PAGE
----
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Teaching Kids About Money

Kids can learn smart money habits from an early age. Set them up with a strong financial foundation with these tips.

 

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Key Takeaways

  • It helps to start talking about money with kids even at toddler age.
  • Aim to make saving a regular part of life when kids are young, so it’s ingrained in them as adults.
  • Be transparent with your kids about your money choices for the family to help them learn and understand the power of money.

Teaching kids about money from an early age not only fosters responsible financial habits but also equips them with essential life skills. Plus, with all the Financial Literacy (FinLit) resources out there, learning about finances can even be fun for your kids! Here we'll dive into the importance of instilling financial literacy in children, when to start these conversations, and provide you with 10 effective ways to teach kids about money.

The Importance of Teaching Kids About Money

Financial literacy is a skill that can significantly impact a child's future. By understanding the value of money, children learn important life skills like budgeting, saving, and making informed financial decisions. This early education empowers them to navigate the complex financial landscape as adults, fostering independence and resilience.

 

When Should I Start Talking to My Kids About Money?

The earlier, the better! Experts suggest introducing basic money concepts as early as preschool age. As children's cognitive abilities develop, so does their capacity to grasp financial concepts. Tailor your discussions to their age and gradually increase the complexity of the topics as they grow.

Get more ideas for teaching your kids money lessons at every age in the post below.

 

10 Ways to Teach Kids About Money

Ready to get your kids on board with learning about money? Here are 10 ways to teach littles ones smart money habits.

  1. Lead by example: Children often emulate their parents' behaviors. Demonstrate responsible money management habits like budgeting, saving, and making thoughtful financial decisions. Try to avoid arguing with your spouse about money in front of them as well. This hands-on approach helps children internalize good financial practices.
  2. Allow them to earn commission: Create opportunities for your children to earn money through age-appropriate tasks or chores but frame it as a commission rather than an allowance. An allowance teaches the mindset that you’ll get money regardless of what you are doing. A commission is money that you earn. The more chores you do – and the better you do them – the more money you’ll earn.
  3. Show them that stuff costs money: When shopping, involve your children in the process. Discuss the prices of items, explain budgeting considerations, and demonstrate the concept of making choices based on available funds. It helps to use cash here to show them how many dollars a toy costs.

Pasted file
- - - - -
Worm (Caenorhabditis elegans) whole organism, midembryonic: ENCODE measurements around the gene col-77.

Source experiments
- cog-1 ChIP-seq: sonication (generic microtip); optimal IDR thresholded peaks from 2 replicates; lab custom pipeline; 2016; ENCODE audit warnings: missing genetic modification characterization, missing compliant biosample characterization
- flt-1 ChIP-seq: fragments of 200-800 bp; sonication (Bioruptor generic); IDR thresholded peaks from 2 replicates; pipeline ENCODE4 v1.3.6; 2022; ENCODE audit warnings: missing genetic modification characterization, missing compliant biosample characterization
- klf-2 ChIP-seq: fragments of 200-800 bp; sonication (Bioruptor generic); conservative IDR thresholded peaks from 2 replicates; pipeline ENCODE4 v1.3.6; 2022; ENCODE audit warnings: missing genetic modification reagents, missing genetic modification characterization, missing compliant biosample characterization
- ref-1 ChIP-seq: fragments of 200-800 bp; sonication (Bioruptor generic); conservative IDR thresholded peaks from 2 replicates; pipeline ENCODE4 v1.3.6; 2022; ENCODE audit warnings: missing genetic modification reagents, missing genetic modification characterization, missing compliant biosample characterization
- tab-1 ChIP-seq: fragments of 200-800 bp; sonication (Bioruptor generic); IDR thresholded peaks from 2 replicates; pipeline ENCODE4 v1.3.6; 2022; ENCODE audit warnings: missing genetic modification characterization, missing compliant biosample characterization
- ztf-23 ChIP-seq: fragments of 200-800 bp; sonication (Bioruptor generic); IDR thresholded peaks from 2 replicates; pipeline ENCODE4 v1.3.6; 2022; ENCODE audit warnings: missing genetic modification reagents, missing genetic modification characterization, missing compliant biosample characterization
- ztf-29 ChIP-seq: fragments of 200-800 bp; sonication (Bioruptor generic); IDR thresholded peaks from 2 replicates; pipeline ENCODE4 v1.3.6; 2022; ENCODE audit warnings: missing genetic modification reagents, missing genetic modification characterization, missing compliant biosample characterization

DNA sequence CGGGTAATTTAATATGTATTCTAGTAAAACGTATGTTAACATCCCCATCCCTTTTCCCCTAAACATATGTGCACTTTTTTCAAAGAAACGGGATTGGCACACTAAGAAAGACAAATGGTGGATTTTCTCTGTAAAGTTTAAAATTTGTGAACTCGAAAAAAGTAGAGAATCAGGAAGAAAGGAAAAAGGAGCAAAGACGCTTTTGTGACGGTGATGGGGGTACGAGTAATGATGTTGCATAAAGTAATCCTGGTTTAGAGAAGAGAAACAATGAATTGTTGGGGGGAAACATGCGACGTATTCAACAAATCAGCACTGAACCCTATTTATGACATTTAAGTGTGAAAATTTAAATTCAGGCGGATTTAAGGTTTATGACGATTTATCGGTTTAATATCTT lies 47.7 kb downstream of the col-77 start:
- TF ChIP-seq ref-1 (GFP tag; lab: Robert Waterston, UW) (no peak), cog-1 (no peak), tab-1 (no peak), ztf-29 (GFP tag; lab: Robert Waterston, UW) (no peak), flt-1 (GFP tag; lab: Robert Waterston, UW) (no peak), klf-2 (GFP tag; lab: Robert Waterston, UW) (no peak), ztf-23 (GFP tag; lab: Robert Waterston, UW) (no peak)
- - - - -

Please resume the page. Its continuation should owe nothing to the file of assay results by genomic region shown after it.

4. Teach them about opportunity cost: Opportunity cost is just another way of saying, “If you do this, then you won’t be able to do this.” If you want to have this toy, you won’t be able to buy that game. Ask them what they are trading their money for. It matters!
  5. Model a planned approach: If your child always gets something when you bring them to a store, then they won’t learn the value of saving for that item over time. It’s important to teach them how to save, so when they do buy something, it will be more meaningful.
  6. Enjoy free activities: Show your kids there are ways to have fun without spending a dime! Do free activities, like a bike ride in your neighborhood or a picnic in the park.
  7. Open a joint account: If you have a teenager, set them up with a simple checking and/or savings account. This takes money management to the next level and prepares them for managing a much heftier account when they get older.
  8. Start a college savings fund: Is your teen working a summer job? Perfect! Take a portion of that (or more) and put it in a college savings account. Show them the account so they can see the power of compounding interest and start to plan for college expenses.
  9. Teach them about credit: As soon as your kid turns 18, they’ll get hounded by credit card offers—especially once they’re in college. Teach them how to properly use credit now so they’re set up for success in the future.
  10. Encourage them to get a job: High schoolers have plenty of free time, especially during school breaks. If your teen wants some money, help them find a part-time job. A job allows them to see the value of working to earn money and to learn skills that they won’t get anywhere else.
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Let’s Teach Smart Spending.

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Available for teens 13 years and older.

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Financial Literacy for Kids – Extra Resources

Beyond these 10 strategies, there are several other resources you can use to teach financial literacy for kids. Consider age-appropriate books, educational games, and online platforms designed to teach kids about money. These resources can complement your efforts and make learning about finances more fun.

Kids’ Books on Financial Literacy

Kids’ Games for Teaching Financial Literacy

Kids’ Online Platforms for Financial Literacy

Teaching kids about money is an investment in their future. By instilling financial literacy from a young age, we empower our children to make informed decisions, cultivate responsible money habits, and navigate the financial world with confidence.

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